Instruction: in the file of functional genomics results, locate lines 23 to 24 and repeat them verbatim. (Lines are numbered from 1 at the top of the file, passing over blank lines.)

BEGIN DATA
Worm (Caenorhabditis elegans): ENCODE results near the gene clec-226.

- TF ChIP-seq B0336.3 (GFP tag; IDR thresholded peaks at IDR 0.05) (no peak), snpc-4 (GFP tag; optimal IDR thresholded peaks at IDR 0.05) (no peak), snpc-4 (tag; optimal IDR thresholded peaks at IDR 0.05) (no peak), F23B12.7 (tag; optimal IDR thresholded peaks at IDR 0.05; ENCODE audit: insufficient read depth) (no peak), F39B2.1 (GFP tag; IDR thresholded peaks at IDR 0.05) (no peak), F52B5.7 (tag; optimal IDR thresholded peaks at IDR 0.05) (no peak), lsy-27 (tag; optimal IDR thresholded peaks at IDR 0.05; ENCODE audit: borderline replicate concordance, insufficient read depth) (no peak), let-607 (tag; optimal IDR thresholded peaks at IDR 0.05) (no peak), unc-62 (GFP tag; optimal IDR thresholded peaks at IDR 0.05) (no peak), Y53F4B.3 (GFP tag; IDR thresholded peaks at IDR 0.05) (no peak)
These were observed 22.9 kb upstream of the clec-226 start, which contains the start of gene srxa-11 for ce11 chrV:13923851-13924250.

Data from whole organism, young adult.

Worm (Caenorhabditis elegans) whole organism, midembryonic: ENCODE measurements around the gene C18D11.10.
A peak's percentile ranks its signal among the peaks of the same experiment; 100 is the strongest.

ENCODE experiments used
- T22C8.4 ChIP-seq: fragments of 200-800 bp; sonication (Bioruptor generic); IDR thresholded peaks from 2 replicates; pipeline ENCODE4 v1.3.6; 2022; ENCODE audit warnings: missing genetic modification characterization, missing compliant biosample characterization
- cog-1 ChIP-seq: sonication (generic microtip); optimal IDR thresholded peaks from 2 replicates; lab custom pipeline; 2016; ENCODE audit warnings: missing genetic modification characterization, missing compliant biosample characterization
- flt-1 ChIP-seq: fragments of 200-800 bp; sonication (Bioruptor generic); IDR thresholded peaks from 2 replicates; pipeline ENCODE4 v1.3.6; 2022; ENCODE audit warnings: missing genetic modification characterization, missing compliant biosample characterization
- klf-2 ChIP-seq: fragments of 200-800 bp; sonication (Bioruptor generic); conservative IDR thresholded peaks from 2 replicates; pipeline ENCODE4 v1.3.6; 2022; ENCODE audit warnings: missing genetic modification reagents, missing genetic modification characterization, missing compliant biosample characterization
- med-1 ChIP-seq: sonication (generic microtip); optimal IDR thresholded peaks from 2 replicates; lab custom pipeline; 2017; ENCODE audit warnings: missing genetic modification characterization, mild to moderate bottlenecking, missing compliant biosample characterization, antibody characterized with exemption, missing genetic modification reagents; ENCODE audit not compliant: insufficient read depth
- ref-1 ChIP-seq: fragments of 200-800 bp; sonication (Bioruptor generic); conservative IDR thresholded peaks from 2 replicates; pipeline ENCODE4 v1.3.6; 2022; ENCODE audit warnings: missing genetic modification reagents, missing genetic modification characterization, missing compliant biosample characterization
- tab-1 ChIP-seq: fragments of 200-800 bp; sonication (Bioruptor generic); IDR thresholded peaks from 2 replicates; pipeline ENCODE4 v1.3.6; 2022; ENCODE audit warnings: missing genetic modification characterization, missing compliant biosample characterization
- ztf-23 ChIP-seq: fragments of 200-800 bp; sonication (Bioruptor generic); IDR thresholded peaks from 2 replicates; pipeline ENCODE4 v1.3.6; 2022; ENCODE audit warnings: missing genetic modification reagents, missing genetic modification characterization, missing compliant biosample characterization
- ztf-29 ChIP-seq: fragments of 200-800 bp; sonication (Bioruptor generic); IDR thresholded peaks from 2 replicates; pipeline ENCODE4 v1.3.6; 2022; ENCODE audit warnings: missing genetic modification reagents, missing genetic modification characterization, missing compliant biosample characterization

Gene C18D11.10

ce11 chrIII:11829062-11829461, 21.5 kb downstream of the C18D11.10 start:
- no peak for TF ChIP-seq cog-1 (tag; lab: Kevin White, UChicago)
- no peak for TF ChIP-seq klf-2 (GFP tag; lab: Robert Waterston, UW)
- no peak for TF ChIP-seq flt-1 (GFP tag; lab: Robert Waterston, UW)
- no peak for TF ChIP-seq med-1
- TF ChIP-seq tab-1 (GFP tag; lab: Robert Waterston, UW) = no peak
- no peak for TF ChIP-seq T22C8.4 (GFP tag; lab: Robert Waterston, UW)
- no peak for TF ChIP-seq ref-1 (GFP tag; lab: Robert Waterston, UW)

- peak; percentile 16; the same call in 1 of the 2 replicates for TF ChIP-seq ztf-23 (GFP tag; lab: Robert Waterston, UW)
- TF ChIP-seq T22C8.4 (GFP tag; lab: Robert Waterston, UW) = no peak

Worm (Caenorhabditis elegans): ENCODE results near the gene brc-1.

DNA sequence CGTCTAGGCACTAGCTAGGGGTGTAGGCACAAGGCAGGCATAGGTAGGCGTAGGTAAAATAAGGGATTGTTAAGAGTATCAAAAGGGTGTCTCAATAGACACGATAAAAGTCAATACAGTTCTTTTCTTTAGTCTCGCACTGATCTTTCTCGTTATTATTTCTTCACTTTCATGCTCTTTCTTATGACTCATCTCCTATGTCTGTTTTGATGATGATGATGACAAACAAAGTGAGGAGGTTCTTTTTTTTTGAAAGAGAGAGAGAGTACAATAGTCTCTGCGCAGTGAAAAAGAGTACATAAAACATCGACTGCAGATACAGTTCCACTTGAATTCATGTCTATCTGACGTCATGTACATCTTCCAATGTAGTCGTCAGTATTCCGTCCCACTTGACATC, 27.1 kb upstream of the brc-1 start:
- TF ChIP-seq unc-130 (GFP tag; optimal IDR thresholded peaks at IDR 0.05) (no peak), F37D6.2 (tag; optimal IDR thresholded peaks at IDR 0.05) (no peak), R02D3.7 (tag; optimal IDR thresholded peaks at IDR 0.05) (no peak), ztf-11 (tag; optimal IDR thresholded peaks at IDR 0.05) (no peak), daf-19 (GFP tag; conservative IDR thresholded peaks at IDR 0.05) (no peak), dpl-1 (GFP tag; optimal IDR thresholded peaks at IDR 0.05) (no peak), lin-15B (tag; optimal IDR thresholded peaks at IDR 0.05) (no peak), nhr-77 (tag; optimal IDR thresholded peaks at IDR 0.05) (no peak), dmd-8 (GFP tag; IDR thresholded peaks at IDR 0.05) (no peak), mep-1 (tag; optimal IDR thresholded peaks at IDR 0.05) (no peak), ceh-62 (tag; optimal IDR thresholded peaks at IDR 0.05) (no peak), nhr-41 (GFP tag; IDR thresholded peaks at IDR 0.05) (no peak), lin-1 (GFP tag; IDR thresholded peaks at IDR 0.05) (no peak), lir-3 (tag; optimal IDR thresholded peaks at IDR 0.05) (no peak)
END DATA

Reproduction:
- TF ChIP-seq tab-1 (GFP tag; lab: Robert Waterston, UW) = no peak
- no peak for TF ChIP-seq T22C8.4 (GFP tag; lab: Robert Waterston, UW)